I found the three responses that have already been posted for this week very useful and insightful. No one has discussed the excerpt from Luciana Parisi’s book Abstract Sex very much. I found it the most difficult reading to get through this week. I could definitely use some help unpacking some of the theoretical framing, especially in the opening pages of “Parthenogenic Sex.” I found Parisi’s discussion of entropy really fascinating. One passage in particular seemed, to me, to theorize and connect up a lot of the issues we have been discussing, particularly the management of populations through reproductive labor and the extraction of surplus value from biological processes and materials.
“The notion of entropy…was crucial to Marx’s study of the dynamics of reproduction of capital involving a capacity of extracting surplus value by deadening human labour. Capital is a homeostatic system. It incorporates and discharges energy-flows outside it’s semi-open cycle so as to ensure constant reproduction. By sucking in all useful flows capital deprives the vital lymph of the forces of production distorting the equal relationship between life and death: the more wealth or balance the more death. In a similar way, this entropic death is fundamental to the psychoanalytical and anatomical study of the reproductive forces of the body. Death becomes the principle of finitude of life spreading across the pathology of sexual reproduction” (94).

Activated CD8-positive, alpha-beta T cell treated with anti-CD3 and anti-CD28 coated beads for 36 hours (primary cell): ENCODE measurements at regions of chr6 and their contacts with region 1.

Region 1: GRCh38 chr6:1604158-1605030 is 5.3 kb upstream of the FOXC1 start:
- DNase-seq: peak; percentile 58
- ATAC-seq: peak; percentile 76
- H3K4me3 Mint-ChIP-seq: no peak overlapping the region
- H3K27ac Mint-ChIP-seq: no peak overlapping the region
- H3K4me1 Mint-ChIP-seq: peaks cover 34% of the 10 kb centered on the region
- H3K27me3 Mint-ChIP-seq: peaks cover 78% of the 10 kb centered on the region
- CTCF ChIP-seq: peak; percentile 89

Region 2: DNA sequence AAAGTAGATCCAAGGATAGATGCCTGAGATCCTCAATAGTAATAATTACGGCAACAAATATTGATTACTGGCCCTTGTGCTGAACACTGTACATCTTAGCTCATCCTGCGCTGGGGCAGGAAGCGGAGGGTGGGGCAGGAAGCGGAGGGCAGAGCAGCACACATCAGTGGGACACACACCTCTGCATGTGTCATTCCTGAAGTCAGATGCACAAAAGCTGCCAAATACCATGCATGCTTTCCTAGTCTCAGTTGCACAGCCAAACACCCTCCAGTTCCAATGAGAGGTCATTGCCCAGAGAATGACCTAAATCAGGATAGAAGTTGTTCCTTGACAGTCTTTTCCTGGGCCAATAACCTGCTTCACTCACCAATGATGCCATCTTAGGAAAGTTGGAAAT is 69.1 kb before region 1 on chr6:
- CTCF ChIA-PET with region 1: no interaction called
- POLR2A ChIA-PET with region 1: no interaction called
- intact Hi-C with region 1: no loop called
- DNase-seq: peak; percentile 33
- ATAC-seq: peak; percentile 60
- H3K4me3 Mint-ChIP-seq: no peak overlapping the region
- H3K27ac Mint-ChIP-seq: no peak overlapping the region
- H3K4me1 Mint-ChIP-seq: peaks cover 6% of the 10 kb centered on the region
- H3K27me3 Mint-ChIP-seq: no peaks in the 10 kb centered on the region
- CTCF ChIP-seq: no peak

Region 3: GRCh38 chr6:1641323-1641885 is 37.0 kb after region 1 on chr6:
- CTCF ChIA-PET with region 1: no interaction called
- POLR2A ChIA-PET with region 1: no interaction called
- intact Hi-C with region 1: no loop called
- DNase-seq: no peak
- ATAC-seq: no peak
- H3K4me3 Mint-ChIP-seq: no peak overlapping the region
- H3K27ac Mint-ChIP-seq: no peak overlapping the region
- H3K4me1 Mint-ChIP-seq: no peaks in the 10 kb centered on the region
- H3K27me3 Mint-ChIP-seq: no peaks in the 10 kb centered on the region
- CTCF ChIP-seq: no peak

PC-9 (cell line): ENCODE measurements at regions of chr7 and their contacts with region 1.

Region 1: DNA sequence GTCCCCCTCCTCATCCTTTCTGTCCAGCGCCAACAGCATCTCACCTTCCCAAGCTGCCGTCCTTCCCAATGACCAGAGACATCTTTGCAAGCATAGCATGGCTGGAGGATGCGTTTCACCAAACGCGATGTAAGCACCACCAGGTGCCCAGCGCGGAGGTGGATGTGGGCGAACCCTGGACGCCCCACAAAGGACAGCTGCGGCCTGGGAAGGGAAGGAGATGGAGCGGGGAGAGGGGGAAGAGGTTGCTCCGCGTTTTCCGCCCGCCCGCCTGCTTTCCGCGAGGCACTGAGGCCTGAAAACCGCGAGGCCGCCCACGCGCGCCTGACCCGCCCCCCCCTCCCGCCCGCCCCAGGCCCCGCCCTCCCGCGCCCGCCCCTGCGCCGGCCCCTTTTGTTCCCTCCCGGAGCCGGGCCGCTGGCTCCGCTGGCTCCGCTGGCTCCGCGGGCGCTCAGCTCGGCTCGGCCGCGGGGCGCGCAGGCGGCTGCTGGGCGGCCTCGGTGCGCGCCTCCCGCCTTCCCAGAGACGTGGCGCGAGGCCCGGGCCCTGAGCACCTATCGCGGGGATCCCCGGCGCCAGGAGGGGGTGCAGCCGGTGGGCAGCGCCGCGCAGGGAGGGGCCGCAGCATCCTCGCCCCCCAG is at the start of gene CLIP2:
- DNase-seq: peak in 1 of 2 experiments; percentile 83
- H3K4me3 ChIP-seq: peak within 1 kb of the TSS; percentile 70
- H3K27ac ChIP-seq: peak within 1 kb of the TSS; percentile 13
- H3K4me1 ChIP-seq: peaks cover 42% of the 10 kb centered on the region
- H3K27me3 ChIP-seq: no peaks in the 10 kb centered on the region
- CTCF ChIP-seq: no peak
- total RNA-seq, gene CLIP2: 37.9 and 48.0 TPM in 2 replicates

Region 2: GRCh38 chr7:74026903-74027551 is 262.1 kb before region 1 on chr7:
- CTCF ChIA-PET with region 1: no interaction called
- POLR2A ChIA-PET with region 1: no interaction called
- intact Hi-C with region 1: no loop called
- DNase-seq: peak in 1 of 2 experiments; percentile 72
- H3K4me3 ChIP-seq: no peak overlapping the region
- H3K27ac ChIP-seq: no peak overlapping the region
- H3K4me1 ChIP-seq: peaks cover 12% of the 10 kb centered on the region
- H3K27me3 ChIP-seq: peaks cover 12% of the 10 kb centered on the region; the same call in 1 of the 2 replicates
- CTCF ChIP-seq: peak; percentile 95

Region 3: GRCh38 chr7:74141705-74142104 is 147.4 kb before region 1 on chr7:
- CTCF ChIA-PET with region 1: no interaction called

Sorry to quote at such length, but I hope this excerpt might provide us with an entry point for bringing Parisi into the discussion.
On another note, I reread Margaret Atwood’s Oryx and Crake this past weekend, one of the novels I am planning on writing about for the seminar paper this term. Although it can definitely be classified as a future-dystopian novel, Atwood insisted at the time of publication that all of the technologies she describes in the book are already happening or are beginning to happen. Reading the novel alongside Waldby and Cooper brought the truth of this statement home. The “promissory claims” and bank-like structure of companies like Cordlife creepily echo the use of human clone banks (for “spare parts”- organs and tissues) in the future world of the novel.